• Maj. Gen. Kevin Kennedy, USAF, assistant deputy CIO, Digital Transformation, and assistant deputy chief of staff for Cyber Effects Operations, speaks at the AFCEA Rocky Mountain Cyberspace Symposium.
     Maj. Gen. Kevin Kennedy, USAF, assistant deputy CIO, Digital Transformation, and assistant deputy chief of staff for Cyber Effects Operations, speaks at the AFCEA Rocky Mountain Cyberspace Symposium.

Enterprise Platform To Bridge the Technology Gap for the Air Force

February 5, 2020
By Kimberly Underwood
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The service is currently conducting risk reduction assessments for enterprise-as-a-service investment meant to modernize.

Modernizing information technology across 700,000 U.S. Air Force personnel is not a simple venture. Updating legacy systems, moving applications and data to the cloud, enabling the use of mobile devices, securing appropriate licensing and supplying powerful computing are complex undertakings. The pursuit of a digital transformation is a vital effort of the service, said Maj. Gen. Kevin Kennedy, USAF, assistant deputy chief information officer, Digital Transformation, and assistant deputy chief of staff for Cyber Effects Operations.

Gen. Kennedy spoke at the AFCEA Rocky Mountain Cyberspace Symposium in Colorado Springs, Colorado, on February 5. The general mentioned that when he refers to the Air Force these days, it also includes the U.S. Space Force. “We are coupled together,” he noted. “And we don’t expect to see any daylight in our formations as we move forward on this.”

At stake in the digital metamorphosis, beyond the critical importance of having a protected and resilient network and information technology that supports airmen and operations in an increasingly adversarial climate, is the existence of the service itself, Gen. Kennedy said. It is a lesson he learned from the chief of the Air Force when Gen. Kennedy briefed a previous Wing Commander Conference.

“It is a retention issue,” he stated. “The perception is that we're a world-class air force, which is true, with the greatest air and space force ever fielded, and it's not even close, but that perception is cut away when you join this world-class force and you have the sense that your technology, your information technologies, aren’t supporting you in a way that you know is possible as an airman. And that's what we're going to break through here.”

Underpinning the digital transformation is the service’s adoption of Enterprise Information Technology as a Service, known as EITaaS. The service is currently progressing through a risk-reduction effort for EITaaS at eight Air Force bases. The goal of the EITaaS model is to have industry-standard capabilities, Gen. Kennedy stated. “It is not good enough until it's commercial-level quality. That is what we're trying to aim for. This is a paradigm shift.”

The EITaaS platform will support the network, use of devices, cloud storage, edge computing and digital tools. For the network piece, EITaaS will enable both wired and Wi-Fi networks, and 4G and 5G capabilities, at higher data rates. It will enable more robust data gathering and sensing through the expanded use of devices by relying on the latest mobile technology, high-end personal computers and on-base genius bars, the general noted. For the cloud, EITaaS will make sure airmen receive accelerated migration of applications to the cloud, specialized cloud support and a comprehensive development security operations platform.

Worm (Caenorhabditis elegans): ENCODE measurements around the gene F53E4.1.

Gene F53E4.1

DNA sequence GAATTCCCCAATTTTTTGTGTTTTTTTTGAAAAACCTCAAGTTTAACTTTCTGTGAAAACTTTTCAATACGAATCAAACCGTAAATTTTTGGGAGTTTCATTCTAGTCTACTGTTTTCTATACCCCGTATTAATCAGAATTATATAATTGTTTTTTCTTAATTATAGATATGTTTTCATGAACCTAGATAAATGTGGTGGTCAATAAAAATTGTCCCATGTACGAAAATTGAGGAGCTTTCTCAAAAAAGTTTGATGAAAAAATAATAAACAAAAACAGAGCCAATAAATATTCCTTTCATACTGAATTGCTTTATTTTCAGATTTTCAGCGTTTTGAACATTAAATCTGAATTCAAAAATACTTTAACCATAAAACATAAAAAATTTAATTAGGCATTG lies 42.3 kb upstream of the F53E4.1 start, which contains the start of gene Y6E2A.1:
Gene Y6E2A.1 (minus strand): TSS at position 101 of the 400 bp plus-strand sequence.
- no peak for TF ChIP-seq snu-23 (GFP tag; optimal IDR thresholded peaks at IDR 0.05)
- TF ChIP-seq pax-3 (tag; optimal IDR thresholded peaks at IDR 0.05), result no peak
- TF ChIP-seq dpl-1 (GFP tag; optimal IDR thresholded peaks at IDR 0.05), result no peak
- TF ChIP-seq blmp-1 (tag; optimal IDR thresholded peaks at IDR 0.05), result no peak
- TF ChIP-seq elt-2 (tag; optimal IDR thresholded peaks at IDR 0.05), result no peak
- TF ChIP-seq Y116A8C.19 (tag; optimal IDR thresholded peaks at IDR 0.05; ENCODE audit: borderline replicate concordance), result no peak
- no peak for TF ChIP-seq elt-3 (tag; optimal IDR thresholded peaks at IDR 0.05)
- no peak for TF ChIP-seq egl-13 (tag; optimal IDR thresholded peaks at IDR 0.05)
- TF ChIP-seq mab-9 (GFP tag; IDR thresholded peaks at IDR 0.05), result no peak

“We are pushing information to the cloud so it is exposable, shareable, discoverable, so we can enable our artificial intelligence, machine learning, autonomy journey,” the general said. “If we don't put it in a place that's exposable, it's stale. If you don't have the most recent data that you are doing better than before with your algorithms and assessments of where you want to go based on information … you're still not as good as you could be.”

In addition, EITaaS will bring compute power to airmen at the tactical edge, providing base-level data and resilience, Gen. Kennedy indicated. “What do we have for resilience at the edge?” the general asked. “In an age of constant competition and persistent engagement in cyberspace, the fundamental assumption underneath that is, rather than being purely offensive in nature, some level of resilience. I didn't say hardening, but some level of resilience that you can accomplish your mission in different paths. And if we don't do that in the enterprise, we fall into an offensive-defensive struggle.”

Key to the EITaaS task is scaling it across the service and those 700,000 users and addressing licensing through the Joint Enterprise Licensing Agreement environment, or JELA.

While subscribing to enterprise infrastructure allows the Air Force to bypass the investment to own hardware and software, the EITaaS effort has to be affordable, Gen. Kennedy stressed.

“We're learning how we're going to do this in a way, in a partnership, that maintains affordability and capability,” the general stated. “So, we have to learn those lessons. The EITaaS risk-reduction exercise is as much an acquisition learning experience as it is a technology learning experience. That is really what it is—how do we design in our partnership as we continue down this road together.”

The service is working closely with the Army as they also implement EITaaS—although the Army is looking at more of an integration by post, while the Air Force is adding functionality across the bases, the general noted.

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